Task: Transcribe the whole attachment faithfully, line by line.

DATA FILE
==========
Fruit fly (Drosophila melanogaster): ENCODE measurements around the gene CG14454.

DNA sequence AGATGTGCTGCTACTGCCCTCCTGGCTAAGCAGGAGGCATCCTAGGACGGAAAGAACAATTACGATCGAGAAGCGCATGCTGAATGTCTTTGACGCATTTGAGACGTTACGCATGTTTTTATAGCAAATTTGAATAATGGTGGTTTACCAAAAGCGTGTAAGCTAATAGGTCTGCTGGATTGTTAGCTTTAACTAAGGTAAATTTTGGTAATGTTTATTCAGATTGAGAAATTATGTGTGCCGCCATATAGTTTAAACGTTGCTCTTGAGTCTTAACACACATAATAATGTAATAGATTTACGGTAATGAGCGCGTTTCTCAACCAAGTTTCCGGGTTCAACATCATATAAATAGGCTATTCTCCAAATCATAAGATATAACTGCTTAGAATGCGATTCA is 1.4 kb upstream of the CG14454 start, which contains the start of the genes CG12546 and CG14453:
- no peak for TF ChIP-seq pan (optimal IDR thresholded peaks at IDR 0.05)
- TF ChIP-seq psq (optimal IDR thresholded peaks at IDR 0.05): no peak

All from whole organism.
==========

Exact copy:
Fruit fly (Drosophila melanogaster): ENCODE measurements around the gene CG14454.

DNA sequence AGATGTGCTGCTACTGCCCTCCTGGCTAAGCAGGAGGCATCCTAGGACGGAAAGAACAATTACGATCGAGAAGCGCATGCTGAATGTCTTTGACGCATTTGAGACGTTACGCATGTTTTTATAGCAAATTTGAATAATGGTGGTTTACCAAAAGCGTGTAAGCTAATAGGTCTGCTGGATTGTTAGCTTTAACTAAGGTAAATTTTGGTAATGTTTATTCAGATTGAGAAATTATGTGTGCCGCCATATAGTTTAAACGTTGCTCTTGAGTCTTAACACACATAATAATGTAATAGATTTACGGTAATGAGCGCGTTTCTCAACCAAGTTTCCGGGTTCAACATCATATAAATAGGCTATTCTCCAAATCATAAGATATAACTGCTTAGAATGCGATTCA is 1.4 kb upstream of the CG14454 start, which contains the start of the genes CG12546 and CG14453:
- no peak for TF ChIP-seq pan (optimal IDR thresholded peaks at IDR 0.05)
- TF ChIP-seq psq (optimal IDR thresholded peaks at IDR 0.05): no peak

All from whole organism.